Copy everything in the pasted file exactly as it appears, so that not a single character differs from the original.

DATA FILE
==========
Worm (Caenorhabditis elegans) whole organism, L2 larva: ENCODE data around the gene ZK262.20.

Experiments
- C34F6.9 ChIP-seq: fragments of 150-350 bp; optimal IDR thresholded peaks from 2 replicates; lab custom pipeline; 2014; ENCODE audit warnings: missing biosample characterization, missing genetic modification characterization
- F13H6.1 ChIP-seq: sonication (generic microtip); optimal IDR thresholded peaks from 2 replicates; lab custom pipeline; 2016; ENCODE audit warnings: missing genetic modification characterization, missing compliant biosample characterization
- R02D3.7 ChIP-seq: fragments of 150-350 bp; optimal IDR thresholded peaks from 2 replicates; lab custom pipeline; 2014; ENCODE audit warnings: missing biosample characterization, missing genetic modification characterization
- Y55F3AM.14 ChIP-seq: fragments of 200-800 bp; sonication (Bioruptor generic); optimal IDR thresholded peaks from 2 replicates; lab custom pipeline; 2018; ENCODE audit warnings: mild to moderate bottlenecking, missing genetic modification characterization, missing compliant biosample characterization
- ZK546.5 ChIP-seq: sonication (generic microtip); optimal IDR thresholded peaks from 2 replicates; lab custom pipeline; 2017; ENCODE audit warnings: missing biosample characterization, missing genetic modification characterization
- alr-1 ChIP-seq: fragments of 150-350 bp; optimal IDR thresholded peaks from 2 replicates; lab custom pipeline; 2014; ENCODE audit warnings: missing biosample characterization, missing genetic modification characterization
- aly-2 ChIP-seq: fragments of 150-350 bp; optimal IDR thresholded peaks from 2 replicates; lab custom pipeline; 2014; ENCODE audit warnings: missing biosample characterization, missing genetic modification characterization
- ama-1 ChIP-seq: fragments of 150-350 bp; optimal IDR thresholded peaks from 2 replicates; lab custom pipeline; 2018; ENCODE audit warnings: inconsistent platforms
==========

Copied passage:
Worm (Caenorhabditis elegans) whole organism, L2 larva: ENCODE data around the gene ZK262.20.

Experiments
- C34F6.9 ChIP-seq: fragments of 150-350 bp; optimal IDR thresholded peaks from 2 replicates; lab custom pipeline; 2014; ENCODE audit warnings: missing biosample characterization, missing genetic modification characterization
- F13H6.1 ChIP-seq: sonication (generic microtip); optimal IDR thresholded peaks from 2 replicates; lab custom pipeline; 2016; ENCODE audit warnings: missing genetic modification characterization, missing compliant biosample characterization
- R02D3.7 ChIP-seq: fragments of 150-350 bp; optimal IDR thresholded peaks from 2 replicates; lab custom pipeline; 2014; ENCODE audit warnings: missing biosample characterization, missing genetic modification characterization
- Y55F3AM.14 ChIP-seq: fragments of 200-800 bp; sonication (Bioruptor generic); optimal IDR thresholded peaks from 2 replicates; lab custom pipeline; 2018; ENCODE audit warnings: mild to moderate bottlenecking, missing genetic modification characterization, missing compliant biosample characterization
- ZK546.5 ChIP-seq: sonication (generic microtip); optimal IDR thresholded peaks from 2 replicates; lab custom pipeline; 2017; ENCODE audit warnings: missing biosample characterization, missing genetic modification characterization
- alr-1 ChIP-seq: fragments of 150-350 bp; optimal IDR thresholded peaks from 2 replicates; lab custom pipeline; 2014; ENCODE audit warnings: missing biosample characterization, missing genetic modification characterization
- aly-2 ChIP-seq: fragments of 150-350 bp; optimal IDR thresholded peaks from 2 replicates; lab custom pipeline; 2014; ENCODE audit warnings: missing biosample characterization, missing genetic modification characterization
- ama-1 ChIP-seq: fragments of 150-350 bp; optimal IDR thresholded peaks from 2 replicates; lab custom pipeline; 2018; ENCODE audit warnings: inconsistent platforms